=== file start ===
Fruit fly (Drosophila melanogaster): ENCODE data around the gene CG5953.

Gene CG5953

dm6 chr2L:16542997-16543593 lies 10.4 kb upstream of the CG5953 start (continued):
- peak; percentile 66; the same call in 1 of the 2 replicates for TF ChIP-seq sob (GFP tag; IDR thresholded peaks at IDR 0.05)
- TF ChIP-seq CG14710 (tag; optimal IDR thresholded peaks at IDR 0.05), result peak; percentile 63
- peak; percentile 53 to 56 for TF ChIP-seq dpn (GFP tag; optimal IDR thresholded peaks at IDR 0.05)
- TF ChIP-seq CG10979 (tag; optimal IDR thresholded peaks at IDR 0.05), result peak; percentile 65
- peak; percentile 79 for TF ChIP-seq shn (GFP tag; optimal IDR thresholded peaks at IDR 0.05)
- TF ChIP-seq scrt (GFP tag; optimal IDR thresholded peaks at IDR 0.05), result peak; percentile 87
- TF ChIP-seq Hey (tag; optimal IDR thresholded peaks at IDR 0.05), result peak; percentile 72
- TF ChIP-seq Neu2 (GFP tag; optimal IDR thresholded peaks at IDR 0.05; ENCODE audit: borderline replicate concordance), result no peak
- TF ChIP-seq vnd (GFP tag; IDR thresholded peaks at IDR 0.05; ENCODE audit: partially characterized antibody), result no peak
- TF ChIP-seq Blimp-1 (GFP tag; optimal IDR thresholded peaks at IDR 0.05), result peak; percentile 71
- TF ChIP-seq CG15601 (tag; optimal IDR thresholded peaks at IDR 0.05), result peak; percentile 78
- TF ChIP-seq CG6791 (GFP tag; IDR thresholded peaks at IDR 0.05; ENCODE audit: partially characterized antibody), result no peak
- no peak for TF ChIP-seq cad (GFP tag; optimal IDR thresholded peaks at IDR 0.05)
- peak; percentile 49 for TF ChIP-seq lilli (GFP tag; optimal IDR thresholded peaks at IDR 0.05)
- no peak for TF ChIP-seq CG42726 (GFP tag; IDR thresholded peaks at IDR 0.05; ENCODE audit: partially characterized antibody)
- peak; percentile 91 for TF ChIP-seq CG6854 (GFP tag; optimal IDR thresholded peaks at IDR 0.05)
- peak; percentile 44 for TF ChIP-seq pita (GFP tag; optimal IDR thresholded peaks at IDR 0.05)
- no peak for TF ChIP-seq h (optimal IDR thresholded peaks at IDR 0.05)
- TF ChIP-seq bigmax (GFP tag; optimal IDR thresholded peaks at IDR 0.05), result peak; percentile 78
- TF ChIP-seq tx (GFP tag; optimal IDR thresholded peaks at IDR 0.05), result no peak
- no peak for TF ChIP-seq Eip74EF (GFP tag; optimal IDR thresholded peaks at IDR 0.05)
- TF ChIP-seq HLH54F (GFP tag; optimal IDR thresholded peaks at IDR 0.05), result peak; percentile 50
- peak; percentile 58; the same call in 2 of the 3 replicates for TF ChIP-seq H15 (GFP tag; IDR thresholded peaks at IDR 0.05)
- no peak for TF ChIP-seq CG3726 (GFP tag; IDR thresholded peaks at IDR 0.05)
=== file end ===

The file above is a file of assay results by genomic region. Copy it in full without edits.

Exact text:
Fruit fly (Drosophila melanogaster): ENCODE data around the gene CG5953.

Gene CG5953

dm6 chr2L:16542997-16543593 lies 10.4 kb upstream of the CG5953 start (continued):
- peak; percentile 66; the same call in 1 of the 2 replicates for TF ChIP-seq sob (GFP tag; IDR thresholded peaks at IDR 0.05)
- TF ChIP-seq CG14710 (tag; optimal IDR thresholded peaks at IDR 0.05), result peak; percentile 63
- peak; percentile 53 to 56 for TF ChIP-seq dpn (GFP tag; optimal IDR thresholded peaks at IDR 0.05)
- TF ChIP-seq CG10979 (tag; optimal IDR thresholded peaks at IDR 0.05), result peak; percentile 65
- peak; percentile 79 for TF ChIP-seq shn (GFP tag; optimal IDR thresholded peaks at IDR 0.05)
- TF ChIP-seq scrt (GFP tag; optimal IDR thresholded peaks at IDR 0.05), result peak; percentile 87
- TF ChIP-seq Hey (tag; optimal IDR thresholded peaks at IDR 0.05), result peak; percentile 72
- TF ChIP-seq Neu2 (GFP tag; optimal IDR thresholded peaks at IDR 0.05; ENCODE audit: borderline replicate concordance), result no peak
- TF ChIP-seq vnd (GFP tag; IDR thresholded peaks at IDR 0.05; ENCODE audit: partially characterized antibody), result no peak
- TF ChIP-seq Blimp-1 (GFP tag; optimal IDR thresholded peaks at IDR 0.05), result peak; percentile 71
- TF ChIP-seq CG15601 (tag; optimal IDR thresholded peaks at IDR 0.05), result peak; percentile 78
- TF ChIP-seq CG6791 (GFP tag; IDR thresholded peaks at IDR 0.05; ENCODE audit: partially characterized antibody), result no peak
- no peak for TF ChIP-seq cad (GFP tag; optimal IDR thresholded peaks at IDR 0.05)
- peak; percentile 49 for TF ChIP-seq lilli (GFP tag; optimal IDR thresholded peaks at IDR 0.05)
- no peak for TF ChIP-seq CG42726 (GFP tag; IDR thresholded peaks at IDR 0.05; ENCODE audit: partially characterized antibody)
- peak; percentile 91 for TF ChIP-seq CG6854 (GFP tag; optimal IDR thresholded peaks at IDR 0.05)
- peak; percentile 44 for TF ChIP-seq pita (GFP tag; optimal IDR thresholded peaks at IDR 0.05)
- no peak for TF ChIP-seq h (optimal IDR thresholded peaks at IDR 0.05)
- TF ChIP-seq bigmax (GFP tag; optimal IDR thresholded peaks at IDR 0.05), result peak; percentile 78
- TF ChIP-seq tx (GFP tag; optimal IDR thresholded peaks at IDR 0.05), result no peak
- no peak for TF ChIP-seq Eip74EF (GFP tag; optimal IDR thresholded peaks at IDR 0.05)
- TF ChIP-seq HLH54F (GFP tag; optimal IDR thresholded peaks at IDR 0.05), result peak; percentile 50
- peak; percentile 58; the same call in 2 of the 3 replicates for TF ChIP-seq H15 (GFP tag; IDR thresholded peaks at IDR 0.05)
- no peak for TF ChIP-seq CG3726 (GFP tag; IDR thresholded peaks at IDR 0.05)